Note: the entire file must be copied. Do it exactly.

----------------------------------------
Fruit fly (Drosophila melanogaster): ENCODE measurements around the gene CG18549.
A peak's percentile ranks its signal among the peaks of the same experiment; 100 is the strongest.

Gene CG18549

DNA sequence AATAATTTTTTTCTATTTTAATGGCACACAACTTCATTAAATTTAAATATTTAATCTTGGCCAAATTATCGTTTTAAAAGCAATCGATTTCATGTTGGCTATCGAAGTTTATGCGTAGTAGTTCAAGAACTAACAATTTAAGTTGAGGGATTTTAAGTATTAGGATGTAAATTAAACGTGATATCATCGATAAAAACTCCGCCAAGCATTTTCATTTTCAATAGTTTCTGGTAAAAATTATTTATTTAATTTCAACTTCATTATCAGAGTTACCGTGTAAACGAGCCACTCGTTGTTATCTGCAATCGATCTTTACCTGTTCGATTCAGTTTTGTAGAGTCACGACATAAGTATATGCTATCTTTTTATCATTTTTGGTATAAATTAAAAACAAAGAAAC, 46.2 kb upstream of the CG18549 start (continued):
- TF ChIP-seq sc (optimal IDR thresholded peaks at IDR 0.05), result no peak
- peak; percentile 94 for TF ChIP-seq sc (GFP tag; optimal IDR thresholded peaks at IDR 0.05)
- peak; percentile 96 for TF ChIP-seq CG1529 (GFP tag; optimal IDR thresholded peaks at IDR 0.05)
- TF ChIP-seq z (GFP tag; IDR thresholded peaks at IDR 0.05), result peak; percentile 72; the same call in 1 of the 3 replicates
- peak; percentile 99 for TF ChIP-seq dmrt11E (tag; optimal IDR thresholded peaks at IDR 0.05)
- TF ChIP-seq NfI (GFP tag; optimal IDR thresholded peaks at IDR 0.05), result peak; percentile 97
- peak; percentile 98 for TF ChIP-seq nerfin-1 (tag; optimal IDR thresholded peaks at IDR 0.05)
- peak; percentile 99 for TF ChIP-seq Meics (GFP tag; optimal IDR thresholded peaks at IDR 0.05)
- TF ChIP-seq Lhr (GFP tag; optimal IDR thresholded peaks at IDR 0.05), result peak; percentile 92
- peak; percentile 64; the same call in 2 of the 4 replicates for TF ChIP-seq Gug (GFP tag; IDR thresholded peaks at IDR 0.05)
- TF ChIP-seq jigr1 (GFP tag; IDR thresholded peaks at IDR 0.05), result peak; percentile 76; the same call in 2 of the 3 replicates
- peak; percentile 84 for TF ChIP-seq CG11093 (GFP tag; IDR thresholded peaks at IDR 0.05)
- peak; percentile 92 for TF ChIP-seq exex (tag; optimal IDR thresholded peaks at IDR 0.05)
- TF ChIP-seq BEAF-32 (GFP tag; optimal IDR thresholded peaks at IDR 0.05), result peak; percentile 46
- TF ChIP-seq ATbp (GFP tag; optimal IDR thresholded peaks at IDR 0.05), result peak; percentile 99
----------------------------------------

Fruit fly (Drosophila melanogaster): ENCODE measurements around the gene CG18549.
A peak's percentile ranks its signal among the peaks of the same experiment; 100 is the strongest.

Gene CG18549

DNA sequence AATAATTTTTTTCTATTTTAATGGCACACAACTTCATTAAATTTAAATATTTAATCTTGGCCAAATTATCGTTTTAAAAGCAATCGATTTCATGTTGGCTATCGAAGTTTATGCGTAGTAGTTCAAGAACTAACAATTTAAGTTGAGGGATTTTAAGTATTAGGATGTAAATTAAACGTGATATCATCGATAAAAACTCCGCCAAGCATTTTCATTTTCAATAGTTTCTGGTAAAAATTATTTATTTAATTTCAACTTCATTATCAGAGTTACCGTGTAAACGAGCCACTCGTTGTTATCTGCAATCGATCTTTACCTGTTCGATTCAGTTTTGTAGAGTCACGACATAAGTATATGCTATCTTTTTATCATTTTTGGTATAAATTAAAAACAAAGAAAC, 46.2 kb upstream of the CG18549 start (continued):
- TF ChIP-seq sc (optimal IDR thresholded peaks at IDR 0.05), result no peak
- peak; percentile 94 for TF ChIP-seq sc (GFP tag; optimal IDR thresholded peaks at IDR 0.05)
- peak; percentile 96 for TF ChIP-seq CG1529 (GFP tag; optimal IDR thresholded peaks at IDR 0.05)
- TF ChIP-seq z (GFP tag; IDR thresholded peaks at IDR 0.05), result peak; percentile 72; the same call in 1 of the 3 replicates
- peak; percentile 99 for TF ChIP-seq dmrt11E (tag; optimal IDR thresholded peaks at IDR 0.05)
- TF ChIP-seq NfI (GFP tag; optimal IDR thresholded peaks at IDR 0.05), result peak; percentile 97
- peak; percentile 98 for TF ChIP-seq nerfin-1 (tag; optimal IDR thresholded peaks at IDR 0.05)
- peak; percentile 99 for TF ChIP-seq Meics (GFP tag; optimal IDR thresholded peaks at IDR 0.05)
- TF ChIP-seq Lhr (GFP tag; optimal IDR thresholded peaks at IDR 0.05), result peak; percentile 92
- peak; percentile 64; the same call in 2 of the 4 replicates for TF ChIP-seq Gug (GFP tag; IDR thresholded peaks at IDR 0.05)
- TF ChIP-seq jigr1 (GFP tag; IDR thresholded peaks at IDR 0.05), result peak; percentile 76; the same call in 2 of the 3 replicates
- peak; percentile 84 for TF ChIP-seq CG11093 (GFP tag; IDR thresholded peaks at IDR 0.05)
- peak; percentile 92 for TF ChIP-seq exex (tag; optimal IDR thresholded peaks at IDR 0.05)
- TF ChIP-seq BEAF-32 (GFP tag; optimal IDR thresholded peaks at IDR 0.05), result peak; percentile 46
- TF ChIP-seq ATbp (GFP tag; optimal IDR thresholded peaks at IDR 0.05), result peak; percentile 99